Coordinated Healthcare Interventions for Childhood Asthma Gaps in Outcomes (CHICAGO)


In 2012, representatives from the City of Chicago Department of Public Health, Illinois Emergency Department Asthma Surveillance Project, health systems, clinicians, not-for-profit community organizations, and researchers in Chicago participated in the Chicago Emergency Department Asthma Summit to identify opportunities to address the needs of at-risk populations with asthma. Participants in the summit agreed to collaborate in a multi-year Coordinated Healthcare Interventions for Childhood Asthma Gaps in Outcomes (CHICAGO) Plan, with an initial focus on evaluating promising strategies in minority children as they present for care to the ED with uncontrolled asthma.

The CHICAGO Plan was designed to improve the health of children with uncontrolled asthma. It is a research study to compare traditional emergency department care with enhanced care and home-based interventions to learn which produces the best outcomes for children. The CHICAGO Plan spans Chicago’s south and west side neighborhoods, which are the hardest hit by asthma.

The Problem

Chicago has among the highest asthma rates in the U.S.

Chicago’s asthma problem is severe. Our hospitalization rates are nearly double the national rate. African American and Latino families living in Chicago’s south and west side neighborhoods bear the brunt of it. The burden falls most heavily on their children.

A Discovery

Today, the places where children get asthma care have weak ties to one another.

The CHICAGO Plan learned there is a disconnect between the asthma care children receive in emergency departments and the care they get in clinics, at school and at home. This causes gaps and fragmentation in treatment. People who care for a child with asthma need a way to coordinate their care with others. They also need to share critical information.


10 Common Roadblocks to Caring for a Child with Asthma in Chicago

Listen to the story of a community health worker (CHW) who discovers a child having an asthma attack.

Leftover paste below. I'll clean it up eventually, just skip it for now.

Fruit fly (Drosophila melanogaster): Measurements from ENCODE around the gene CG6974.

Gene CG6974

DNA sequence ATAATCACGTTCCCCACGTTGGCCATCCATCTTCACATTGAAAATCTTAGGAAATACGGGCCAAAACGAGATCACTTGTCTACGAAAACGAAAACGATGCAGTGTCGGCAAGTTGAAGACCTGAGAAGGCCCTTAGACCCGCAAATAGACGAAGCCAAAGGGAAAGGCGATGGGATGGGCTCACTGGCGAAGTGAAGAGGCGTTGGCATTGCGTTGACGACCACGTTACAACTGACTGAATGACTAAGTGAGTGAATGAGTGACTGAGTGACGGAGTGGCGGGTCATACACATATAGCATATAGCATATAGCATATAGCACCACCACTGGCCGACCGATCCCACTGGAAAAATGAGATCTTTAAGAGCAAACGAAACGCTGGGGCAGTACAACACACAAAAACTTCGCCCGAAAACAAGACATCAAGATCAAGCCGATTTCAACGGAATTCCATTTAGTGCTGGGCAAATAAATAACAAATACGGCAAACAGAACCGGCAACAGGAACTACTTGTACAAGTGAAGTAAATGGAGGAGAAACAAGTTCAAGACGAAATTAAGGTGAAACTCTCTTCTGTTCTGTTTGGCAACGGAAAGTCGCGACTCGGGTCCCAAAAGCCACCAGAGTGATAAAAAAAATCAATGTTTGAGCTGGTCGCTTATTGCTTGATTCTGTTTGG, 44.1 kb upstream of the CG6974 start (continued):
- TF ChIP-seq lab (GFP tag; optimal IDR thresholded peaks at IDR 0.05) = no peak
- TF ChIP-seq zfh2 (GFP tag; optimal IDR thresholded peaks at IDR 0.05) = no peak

The Intervention

CHICAGO Plan starts in the emergency department.

CHICAGO Plan seeks to improve the health outcomes of minority children with asthma who visit the emergency department (ED). It compares three approaches to asthma care to see which is most effective.

The Innovation

A new asthma discharge tool built by everyone, for everyone.

The CHICAGO Plan worked with communication designers to create a new asthma discharge tool. The designers worked with doctors, patients and caregivers to build a tool that is easy to read and use. It is designed to help everyone who cares for a child with asthma talk to each other about asthma management and asthma medicine. It is designed to work in the ED, at home, at school, and with families and outpatient doctors.

View the CHICAGO Asthma Home Plan PDF

View the CHICAGO Asthma Discharge Tool PDF

The CHICAGO Asthma Discharge Tool explained:

The Team

CHICAGO Plan is a unique cooperative.

The CHICAGO Plan built an extraordinary new partnership model in asthma care. It included caregivers of children with asthma and their families. It also included community partners, local asthma research experts, six hospital systems, and the Chicago Department of Public Health. Together this new cooperative worked to create a better approach to asthma care for children and reduce the health disparities seen in Chicago.

Everyone counts in CHICAGO.

We involved:

  • 6 Chicago Emergency Departments: their nurses, doctors and administrators
  • Caregivers
  • Children
  • Local asthma research experts
  • Community health workers
  • Community advocacy groups
  • Doctors who work in outpatient clinics
  • … and others